“There is concern that the local components are sent overseas,” she says, explaining that’s what happened in 2010 when projects were moved offshore to get lower costs. She says an ACEC-BC committee is being struck to monitor the situation.

Global reality
B.C.’s LNG industry is at a neophyte stage, but internationally LNG is an industry that has flourished for four decades. Chris Mealing, P.Eng., regional director for LNG projects with Hatch, and senior vice-president of Hatch Mott MacDonald, says the reality today is that engineering has become a global industry, which impacts both the level of expertise and the cost structure that an engineering firm can bring to a large scale project.
“There is a globalizing trend in engineering, and most major firms today, have international links,” Mealing says. He points out that Canadian engineering companies routinely team up on complex mega-projects to bid on contracts in other countries, so it would be advocating a double standard to suggest that a protectionist attitude should be in place to provide Canadian companies an advantage on B.C.’s large-scale LNG projects.
Hatch has been involved in the burgeoning LNG industry in Australia and in other countries, and it will bring that expertise to any proposal it bids on in B.C. The reality, Mealing adds, is that other companies will do the same whether they are Canadian engineering firms in strategic alliances, or global companies able to draw expertise from other divisions.
McElhanney is a company with local offices throughout northwestern B.C. and a history of more than half a century of opening resource and infrastructure developments in the area now pegged for LNG development.
Allan Russell, P.Eng., president and chief executive officer of McElhanney, says that on large scale projects such as the proposed LNG projects, B.C. companies have teamed to provide the services required. “Just one of these projects is huge. While there are only certain companies that have that expertise or the technology to design the plants, there is the potential for a huge volume of Canadian work locally.” Already McElhanney, (through subsidiary Infinity Engineering) has snapped up the Petronas contract to assist in the planning of a long span 2.7 kilometre bridge to carry LNG pipes at Port Edward.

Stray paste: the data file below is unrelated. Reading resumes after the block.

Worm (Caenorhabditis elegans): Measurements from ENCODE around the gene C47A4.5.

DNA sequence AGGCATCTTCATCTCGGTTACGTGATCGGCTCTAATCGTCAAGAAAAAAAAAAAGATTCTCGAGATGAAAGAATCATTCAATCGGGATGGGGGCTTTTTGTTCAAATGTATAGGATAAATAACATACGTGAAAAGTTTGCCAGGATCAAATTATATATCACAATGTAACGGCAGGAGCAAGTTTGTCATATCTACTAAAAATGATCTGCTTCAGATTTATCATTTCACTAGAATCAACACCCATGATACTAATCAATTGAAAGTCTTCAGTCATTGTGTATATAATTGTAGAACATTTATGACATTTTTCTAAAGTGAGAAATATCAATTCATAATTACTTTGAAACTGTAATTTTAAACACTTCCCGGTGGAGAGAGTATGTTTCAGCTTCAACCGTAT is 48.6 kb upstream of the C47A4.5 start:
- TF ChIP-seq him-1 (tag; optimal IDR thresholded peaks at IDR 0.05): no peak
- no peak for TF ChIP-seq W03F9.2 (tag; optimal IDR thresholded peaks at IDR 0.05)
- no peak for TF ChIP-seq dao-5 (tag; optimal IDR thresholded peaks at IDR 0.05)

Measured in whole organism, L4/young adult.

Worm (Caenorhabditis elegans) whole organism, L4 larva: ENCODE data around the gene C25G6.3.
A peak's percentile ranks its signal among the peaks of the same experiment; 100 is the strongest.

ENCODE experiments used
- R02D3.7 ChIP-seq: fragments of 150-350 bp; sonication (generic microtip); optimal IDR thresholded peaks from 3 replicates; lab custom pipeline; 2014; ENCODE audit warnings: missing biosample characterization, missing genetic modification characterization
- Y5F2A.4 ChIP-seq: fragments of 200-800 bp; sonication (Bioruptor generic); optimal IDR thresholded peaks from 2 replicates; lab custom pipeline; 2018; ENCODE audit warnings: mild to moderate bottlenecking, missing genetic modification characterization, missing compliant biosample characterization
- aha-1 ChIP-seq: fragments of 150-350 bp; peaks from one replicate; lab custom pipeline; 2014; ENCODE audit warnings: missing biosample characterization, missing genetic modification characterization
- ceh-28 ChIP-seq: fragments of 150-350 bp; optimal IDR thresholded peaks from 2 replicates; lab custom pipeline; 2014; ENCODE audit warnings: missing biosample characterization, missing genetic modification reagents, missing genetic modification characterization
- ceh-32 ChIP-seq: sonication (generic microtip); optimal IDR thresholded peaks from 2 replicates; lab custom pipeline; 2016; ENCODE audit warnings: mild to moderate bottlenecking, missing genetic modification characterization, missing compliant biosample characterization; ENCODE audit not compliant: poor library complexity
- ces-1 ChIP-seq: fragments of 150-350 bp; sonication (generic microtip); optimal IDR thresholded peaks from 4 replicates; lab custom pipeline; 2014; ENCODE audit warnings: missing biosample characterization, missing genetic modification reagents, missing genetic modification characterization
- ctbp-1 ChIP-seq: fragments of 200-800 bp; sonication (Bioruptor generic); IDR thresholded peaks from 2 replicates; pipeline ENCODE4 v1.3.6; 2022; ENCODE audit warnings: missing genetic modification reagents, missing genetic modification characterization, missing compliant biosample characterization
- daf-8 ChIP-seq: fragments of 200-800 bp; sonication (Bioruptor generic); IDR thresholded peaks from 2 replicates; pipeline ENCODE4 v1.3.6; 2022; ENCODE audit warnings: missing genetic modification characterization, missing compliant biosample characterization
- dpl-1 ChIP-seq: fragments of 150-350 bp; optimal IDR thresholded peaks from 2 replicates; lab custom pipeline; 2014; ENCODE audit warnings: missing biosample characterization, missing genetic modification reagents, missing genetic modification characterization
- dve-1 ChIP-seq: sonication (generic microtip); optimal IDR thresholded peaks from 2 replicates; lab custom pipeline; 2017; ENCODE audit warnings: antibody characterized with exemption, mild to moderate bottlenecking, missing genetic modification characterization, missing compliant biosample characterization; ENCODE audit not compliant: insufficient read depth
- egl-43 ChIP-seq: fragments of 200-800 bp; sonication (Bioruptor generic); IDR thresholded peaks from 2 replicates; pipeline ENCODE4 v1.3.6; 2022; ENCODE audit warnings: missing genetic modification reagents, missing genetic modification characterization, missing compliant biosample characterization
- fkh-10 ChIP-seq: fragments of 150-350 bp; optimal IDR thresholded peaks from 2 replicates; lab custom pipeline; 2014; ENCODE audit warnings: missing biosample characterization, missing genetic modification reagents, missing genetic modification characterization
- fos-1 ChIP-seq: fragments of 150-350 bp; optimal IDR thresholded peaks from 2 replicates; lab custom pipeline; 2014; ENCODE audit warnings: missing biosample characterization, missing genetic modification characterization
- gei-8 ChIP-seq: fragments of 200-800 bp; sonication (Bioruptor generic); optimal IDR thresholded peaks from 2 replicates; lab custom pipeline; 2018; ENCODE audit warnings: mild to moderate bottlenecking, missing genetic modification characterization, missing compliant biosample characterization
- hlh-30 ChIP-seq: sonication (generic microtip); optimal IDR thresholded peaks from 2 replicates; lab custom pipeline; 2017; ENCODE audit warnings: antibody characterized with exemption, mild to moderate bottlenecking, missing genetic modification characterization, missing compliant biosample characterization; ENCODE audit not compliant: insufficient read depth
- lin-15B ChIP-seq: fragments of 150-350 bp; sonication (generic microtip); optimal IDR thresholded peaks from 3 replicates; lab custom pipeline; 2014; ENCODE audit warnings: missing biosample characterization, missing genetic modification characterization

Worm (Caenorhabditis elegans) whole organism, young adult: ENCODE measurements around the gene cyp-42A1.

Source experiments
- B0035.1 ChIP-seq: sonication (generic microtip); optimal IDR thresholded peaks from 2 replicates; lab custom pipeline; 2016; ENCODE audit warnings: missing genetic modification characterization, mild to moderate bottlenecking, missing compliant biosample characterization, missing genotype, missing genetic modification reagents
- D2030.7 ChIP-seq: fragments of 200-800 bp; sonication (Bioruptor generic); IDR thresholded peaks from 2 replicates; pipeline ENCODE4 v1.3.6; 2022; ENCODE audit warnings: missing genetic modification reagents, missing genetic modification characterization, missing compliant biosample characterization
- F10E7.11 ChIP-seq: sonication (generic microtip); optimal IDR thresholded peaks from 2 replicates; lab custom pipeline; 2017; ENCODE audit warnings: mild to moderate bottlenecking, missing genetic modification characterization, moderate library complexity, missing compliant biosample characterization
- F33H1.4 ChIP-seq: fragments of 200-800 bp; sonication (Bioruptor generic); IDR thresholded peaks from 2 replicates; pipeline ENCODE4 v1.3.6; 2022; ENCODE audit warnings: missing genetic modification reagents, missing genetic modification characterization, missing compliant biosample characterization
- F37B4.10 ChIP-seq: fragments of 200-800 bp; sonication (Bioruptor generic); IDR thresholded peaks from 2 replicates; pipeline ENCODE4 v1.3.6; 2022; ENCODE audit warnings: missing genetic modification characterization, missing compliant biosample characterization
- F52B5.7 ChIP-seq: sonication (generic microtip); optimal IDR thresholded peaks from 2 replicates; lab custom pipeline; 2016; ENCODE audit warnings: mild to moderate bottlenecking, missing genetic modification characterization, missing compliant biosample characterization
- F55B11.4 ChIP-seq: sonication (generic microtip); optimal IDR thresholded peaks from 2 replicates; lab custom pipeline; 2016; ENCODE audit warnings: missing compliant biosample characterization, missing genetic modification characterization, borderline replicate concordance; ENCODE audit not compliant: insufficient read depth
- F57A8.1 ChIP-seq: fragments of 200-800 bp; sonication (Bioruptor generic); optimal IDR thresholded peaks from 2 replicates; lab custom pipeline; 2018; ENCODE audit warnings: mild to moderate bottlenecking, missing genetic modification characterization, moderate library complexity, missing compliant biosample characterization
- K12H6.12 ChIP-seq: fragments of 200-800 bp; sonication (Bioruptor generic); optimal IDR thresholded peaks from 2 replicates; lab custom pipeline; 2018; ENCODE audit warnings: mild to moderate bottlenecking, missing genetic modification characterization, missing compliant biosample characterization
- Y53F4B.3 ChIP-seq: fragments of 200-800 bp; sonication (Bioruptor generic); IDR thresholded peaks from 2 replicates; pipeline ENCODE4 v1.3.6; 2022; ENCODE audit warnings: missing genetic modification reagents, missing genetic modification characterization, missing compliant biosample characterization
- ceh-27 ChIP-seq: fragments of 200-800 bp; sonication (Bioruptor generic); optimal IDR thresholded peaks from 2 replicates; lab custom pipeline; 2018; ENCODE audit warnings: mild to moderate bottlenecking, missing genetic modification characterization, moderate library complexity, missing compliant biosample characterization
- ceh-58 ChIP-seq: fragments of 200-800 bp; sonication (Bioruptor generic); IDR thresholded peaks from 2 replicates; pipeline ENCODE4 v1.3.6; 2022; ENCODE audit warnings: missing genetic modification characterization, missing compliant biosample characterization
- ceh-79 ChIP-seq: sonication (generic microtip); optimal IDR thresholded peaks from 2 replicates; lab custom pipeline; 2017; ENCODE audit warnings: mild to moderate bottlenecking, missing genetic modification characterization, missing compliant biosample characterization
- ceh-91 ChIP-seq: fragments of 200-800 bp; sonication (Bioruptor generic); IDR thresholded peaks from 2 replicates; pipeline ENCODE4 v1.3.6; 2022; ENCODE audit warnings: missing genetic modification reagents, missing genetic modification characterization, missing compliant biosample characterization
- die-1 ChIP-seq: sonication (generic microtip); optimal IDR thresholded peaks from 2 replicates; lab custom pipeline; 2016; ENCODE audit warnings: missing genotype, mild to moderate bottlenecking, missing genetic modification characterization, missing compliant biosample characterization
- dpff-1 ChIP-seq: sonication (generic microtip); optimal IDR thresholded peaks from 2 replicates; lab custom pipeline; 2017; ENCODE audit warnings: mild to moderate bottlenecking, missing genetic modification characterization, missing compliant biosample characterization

Colin Adam, P.Eng., LNG market sector leader at McElhanney, says that the ability to know local conditions and what can realistically be delivered in a northern climate, plus contractor relationships, permitting requirements, working with local authorities and First Nations, and knowing the geotechnical aspects of an area, are all essential to keeping a project on schedule.

Will there be enough people?
A looming issue, in fact, is whether there will be enough engineers to do the work if several of the mega-billion projects go ahead. Adam says, “We have noticed that big,  large-scale projects have a certain allure,” and adds that working in more moderate climates such as the B.C. coast compared to more northern areas also helps attract engineers.
But, he continues, “If the projects move to the next level, what we are seeing now is just the tip of the iceberg. The demand for labour is going to be unprecedented and we don’t know where we may find [it].” That’s an aspect that engineers may also have to consider in designs they put forward.
The need to ensure that there are enough engineers available has not been ignored by ACEC-BC Sashaw says he is currently working with APEGBC and the ASTTBC to assess potential supply and demand.
Alex Ramos-Espinoza P.Eng., general manager of Lapointe Engineering, which has longevity in Kitimat since 1980, says LNG projects have already impacted hiring at the local level. “There is the expectation of a boom and we foresee there will be requests for higher wages and more benefits. We will be challenged to compete with the larger firms in the area.” But he is hopeful that some engineers will remain. He is also optimistic that Lapointe’s expertise will yield alliances with outside firms.
While opinion is divided on which project will go forward first, there is one generally held view. While the process engineering may go offshore, McElhanney’s Adam says: “We still have a good bite of the pie.”          cce

Jean Sorensen is a freelance writer based in Vancouver.

This article is from the March-April 2015 print issue, page 35.